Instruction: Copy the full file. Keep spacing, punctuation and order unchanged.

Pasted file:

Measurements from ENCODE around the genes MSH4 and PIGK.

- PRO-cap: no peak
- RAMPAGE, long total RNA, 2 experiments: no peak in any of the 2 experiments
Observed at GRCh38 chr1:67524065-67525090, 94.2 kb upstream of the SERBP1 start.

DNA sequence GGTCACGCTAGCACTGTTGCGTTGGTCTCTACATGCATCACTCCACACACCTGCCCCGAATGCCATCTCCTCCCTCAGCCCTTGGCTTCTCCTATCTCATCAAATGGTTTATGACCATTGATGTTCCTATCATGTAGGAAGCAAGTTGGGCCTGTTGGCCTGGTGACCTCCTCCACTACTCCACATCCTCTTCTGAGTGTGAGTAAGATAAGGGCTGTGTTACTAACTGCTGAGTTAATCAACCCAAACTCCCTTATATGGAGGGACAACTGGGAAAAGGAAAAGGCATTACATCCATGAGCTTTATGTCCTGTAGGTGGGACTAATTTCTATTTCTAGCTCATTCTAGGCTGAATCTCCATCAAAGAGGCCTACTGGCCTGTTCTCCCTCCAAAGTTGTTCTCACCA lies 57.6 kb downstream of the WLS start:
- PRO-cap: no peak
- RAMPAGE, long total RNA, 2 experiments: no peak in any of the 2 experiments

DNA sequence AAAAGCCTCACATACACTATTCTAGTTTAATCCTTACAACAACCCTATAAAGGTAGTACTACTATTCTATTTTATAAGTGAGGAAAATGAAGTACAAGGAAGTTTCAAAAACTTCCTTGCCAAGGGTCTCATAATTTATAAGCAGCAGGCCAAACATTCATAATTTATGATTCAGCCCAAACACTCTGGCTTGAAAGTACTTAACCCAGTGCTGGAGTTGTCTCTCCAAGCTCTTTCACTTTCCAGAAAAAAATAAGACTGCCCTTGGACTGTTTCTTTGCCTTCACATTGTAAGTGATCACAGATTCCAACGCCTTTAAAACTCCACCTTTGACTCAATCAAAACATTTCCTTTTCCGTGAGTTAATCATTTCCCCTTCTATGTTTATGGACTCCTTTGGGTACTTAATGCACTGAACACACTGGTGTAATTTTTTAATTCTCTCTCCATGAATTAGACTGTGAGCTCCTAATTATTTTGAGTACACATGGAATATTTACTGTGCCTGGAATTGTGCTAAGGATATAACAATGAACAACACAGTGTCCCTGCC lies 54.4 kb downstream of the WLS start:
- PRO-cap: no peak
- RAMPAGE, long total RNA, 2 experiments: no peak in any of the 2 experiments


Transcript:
Measurements from ENCODE around the genes MSH4 and PIGK.

- PRO-cap: no peak
- RAMPAGE, long total RNA, 2 experiments: no peak in any of the 2 experiments
Observed at GRCh38 chr1:67524065-67525090, 94.2 kb upstream of the SERBP1 start.

DNA sequence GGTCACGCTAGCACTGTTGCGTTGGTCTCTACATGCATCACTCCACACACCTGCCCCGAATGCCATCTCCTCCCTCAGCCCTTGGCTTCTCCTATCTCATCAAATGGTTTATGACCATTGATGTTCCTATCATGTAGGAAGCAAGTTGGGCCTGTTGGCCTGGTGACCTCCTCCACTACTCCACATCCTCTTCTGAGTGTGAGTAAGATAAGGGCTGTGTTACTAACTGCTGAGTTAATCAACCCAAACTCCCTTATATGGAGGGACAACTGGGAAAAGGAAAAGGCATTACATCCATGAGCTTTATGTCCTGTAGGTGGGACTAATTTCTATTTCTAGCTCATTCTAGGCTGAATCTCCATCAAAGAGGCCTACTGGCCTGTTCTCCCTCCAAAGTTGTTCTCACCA lies 57.6 kb downstream of the WLS start:
- PRO-cap: no peak
- RAMPAGE, long total RNA, 2 experiments: no peak in any of the 2 experiments

DNA sequence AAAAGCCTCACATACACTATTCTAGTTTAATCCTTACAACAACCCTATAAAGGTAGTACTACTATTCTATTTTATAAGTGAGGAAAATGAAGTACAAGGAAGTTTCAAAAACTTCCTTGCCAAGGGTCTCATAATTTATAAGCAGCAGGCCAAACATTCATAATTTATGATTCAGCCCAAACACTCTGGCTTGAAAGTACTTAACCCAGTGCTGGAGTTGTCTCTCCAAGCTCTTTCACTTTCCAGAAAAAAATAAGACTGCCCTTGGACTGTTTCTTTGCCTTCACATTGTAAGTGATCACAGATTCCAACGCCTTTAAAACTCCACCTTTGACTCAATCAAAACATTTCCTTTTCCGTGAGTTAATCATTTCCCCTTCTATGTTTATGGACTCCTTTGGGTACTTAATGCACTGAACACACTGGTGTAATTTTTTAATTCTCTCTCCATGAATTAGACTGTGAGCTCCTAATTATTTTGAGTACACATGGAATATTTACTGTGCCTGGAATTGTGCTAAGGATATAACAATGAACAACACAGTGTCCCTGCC lies 54.4 kb downstream of the WLS start:
- PRO-cap: no peak
- RAMPAGE, long total RNA, 2 experiments: no peak in any of the 2 experiments